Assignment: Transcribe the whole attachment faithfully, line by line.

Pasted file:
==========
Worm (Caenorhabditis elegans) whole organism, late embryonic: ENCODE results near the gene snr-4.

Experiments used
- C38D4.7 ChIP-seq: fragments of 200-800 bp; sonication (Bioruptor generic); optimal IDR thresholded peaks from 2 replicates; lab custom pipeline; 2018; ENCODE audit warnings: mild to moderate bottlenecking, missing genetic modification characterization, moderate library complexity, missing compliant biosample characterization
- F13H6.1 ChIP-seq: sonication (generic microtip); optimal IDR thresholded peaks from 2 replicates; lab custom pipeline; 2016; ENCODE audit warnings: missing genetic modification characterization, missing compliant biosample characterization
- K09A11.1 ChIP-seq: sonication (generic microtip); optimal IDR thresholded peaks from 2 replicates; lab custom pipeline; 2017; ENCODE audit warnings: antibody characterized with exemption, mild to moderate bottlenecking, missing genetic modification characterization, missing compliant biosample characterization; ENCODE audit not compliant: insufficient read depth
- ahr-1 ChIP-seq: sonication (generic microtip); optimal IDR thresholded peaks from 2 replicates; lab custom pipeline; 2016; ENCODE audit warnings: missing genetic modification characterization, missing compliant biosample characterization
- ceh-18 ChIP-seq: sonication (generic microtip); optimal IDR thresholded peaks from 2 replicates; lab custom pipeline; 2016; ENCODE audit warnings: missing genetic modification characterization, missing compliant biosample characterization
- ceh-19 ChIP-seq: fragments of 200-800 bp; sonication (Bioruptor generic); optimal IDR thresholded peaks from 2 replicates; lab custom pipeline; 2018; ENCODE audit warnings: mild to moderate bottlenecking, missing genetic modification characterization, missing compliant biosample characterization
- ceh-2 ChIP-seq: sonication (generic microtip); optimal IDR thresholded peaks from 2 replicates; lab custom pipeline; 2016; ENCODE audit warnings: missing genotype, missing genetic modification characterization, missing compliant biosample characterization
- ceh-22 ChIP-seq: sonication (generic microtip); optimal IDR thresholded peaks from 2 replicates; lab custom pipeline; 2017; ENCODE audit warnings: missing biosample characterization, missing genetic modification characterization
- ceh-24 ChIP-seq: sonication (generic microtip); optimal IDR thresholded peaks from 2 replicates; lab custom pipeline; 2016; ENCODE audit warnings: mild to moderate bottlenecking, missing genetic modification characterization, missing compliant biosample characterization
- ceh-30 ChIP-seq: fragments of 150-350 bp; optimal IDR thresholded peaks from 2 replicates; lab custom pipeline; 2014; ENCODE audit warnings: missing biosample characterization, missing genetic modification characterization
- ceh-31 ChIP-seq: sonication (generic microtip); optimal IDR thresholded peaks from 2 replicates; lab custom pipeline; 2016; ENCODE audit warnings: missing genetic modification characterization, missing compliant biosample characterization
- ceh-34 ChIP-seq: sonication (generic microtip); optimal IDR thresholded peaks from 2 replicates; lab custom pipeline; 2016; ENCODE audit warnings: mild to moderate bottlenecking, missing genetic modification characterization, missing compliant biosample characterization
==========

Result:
Worm (Caenorhabditis elegans) whole organism, late embryonic: ENCODE results near the gene snr-4.

Experiments used
- C38D4.7 ChIP-seq: fragments of 200-800 bp; sonication (Bioruptor generic); optimal IDR thresholded peaks from 2 replicates; lab custom pipeline; 2018; ENCODE audit warnings: mild to moderate bottlenecking, missing genetic modification characterization, moderate library complexity, missing compliant biosample characterization
- F13H6.1 ChIP-seq: sonication (generic microtip); optimal IDR thresholded peaks from 2 replicates; lab custom pipeline; 2016; ENCODE audit warnings: missing genetic modification characterization, missing compliant biosample characterization
- K09A11.1 ChIP-seq: sonication (generic microtip); optimal IDR thresholded peaks from 2 replicates; lab custom pipeline; 2017; ENCODE audit warnings: antibody characterized with exemption, mild to moderate bottlenecking, missing genetic modification characterization, missing compliant biosample characterization; ENCODE audit not compliant: insufficient read depth
- ahr-1 ChIP-seq: sonication (generic microtip); optimal IDR thresholded peaks from 2 replicates; lab custom pipeline; 2016; ENCODE audit warnings: missing genetic modification characterization, missing compliant biosample characterization
- ceh-18 ChIP-seq: sonication (generic microtip); optimal IDR thresholded peaks from 2 replicates; lab custom pipeline; 2016; ENCODE audit warnings: missing genetic modification characterization, missing compliant biosample characterization
- ceh-19 ChIP-seq: fragments of 200-800 bp; sonication (Bioruptor generic); optimal IDR thresholded peaks from 2 replicates; lab custom pipeline; 2018; ENCODE audit warnings: mild to moderate bottlenecking, missing genetic modification characterization, missing compliant biosample characterization
- ceh-2 ChIP-seq: sonication (generic microtip); optimal IDR thresholded peaks from 2 replicates; lab custom pipeline; 2016; ENCODE audit warnings: missing genotype, missing genetic modification characterization, missing compliant biosample characterization
- ceh-22 ChIP-seq: sonication (generic microtip); optimal IDR thresholded peaks from 2 replicates; lab custom pipeline; 2017; ENCODE audit warnings: missing biosample characterization, missing genetic modification characterization
- ceh-24 ChIP-seq: sonication (generic microtip); optimal IDR thresholded peaks from 2 replicates; lab custom pipeline; 2016; ENCODE audit warnings: mild to moderate bottlenecking, missing genetic modification characterization, missing compliant biosample characterization
- ceh-30 ChIP-seq: fragments of 150-350 bp; optimal IDR thresholded peaks from 2 replicates; lab custom pipeline; 2014; ENCODE audit warnings: missing biosample characterization, missing genetic modification characterization
- ceh-31 ChIP-seq: sonication (generic microtip); optimal IDR thresholded peaks from 2 replicates; lab custom pipeline; 2016; ENCODE audit warnings: missing genetic modification characterization, missing compliant biosample characterization
- ceh-34 ChIP-seq: sonication (generic microtip); optimal IDR thresholded peaks from 2 replicates; lab custom pipeline; 2016; ENCODE audit warnings: mild to moderate bottlenecking, missing genetic modification characterization, missing compliant biosample characterization